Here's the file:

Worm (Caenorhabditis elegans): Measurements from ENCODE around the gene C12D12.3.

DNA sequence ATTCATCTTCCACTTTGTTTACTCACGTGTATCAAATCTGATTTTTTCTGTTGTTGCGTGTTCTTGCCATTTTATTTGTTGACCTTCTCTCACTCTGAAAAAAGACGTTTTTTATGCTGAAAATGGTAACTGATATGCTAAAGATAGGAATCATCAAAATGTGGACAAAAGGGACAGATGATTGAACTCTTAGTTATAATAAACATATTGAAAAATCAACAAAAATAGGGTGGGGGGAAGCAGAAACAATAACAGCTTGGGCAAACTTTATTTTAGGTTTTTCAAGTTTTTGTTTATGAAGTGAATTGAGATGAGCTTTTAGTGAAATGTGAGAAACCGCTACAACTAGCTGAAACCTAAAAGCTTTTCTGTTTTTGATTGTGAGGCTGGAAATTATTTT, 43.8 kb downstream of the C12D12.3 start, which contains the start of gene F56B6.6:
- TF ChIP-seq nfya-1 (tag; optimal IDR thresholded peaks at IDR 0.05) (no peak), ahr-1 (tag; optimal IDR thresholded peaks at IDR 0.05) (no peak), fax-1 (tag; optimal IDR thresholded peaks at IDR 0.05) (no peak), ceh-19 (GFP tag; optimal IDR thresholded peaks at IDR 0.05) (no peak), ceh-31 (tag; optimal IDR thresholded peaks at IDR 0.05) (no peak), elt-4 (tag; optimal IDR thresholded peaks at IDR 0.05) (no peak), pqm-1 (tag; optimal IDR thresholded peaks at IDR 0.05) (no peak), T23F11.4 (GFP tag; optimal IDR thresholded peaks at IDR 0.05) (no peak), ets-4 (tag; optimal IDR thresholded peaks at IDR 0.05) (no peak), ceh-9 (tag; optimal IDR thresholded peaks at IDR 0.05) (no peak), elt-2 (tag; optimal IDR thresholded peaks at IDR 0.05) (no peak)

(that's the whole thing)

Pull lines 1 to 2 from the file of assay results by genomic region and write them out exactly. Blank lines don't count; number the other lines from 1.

Worm (Caenorhabditis elegans): Measurements from ENCODE around the gene C12D12.3.

DNA sequence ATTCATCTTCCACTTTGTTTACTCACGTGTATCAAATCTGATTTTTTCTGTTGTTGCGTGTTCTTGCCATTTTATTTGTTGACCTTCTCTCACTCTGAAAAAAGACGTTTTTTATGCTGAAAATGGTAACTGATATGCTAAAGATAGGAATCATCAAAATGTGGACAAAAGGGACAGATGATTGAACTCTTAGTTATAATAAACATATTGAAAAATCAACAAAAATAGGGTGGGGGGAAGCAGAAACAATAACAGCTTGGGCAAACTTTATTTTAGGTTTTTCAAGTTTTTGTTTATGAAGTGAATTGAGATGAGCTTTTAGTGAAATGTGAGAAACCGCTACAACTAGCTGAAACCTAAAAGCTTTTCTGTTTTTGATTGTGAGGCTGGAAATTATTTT, 43.8 kb downstream of the C12D12.3 start, which contains the start of gene F56B6.6: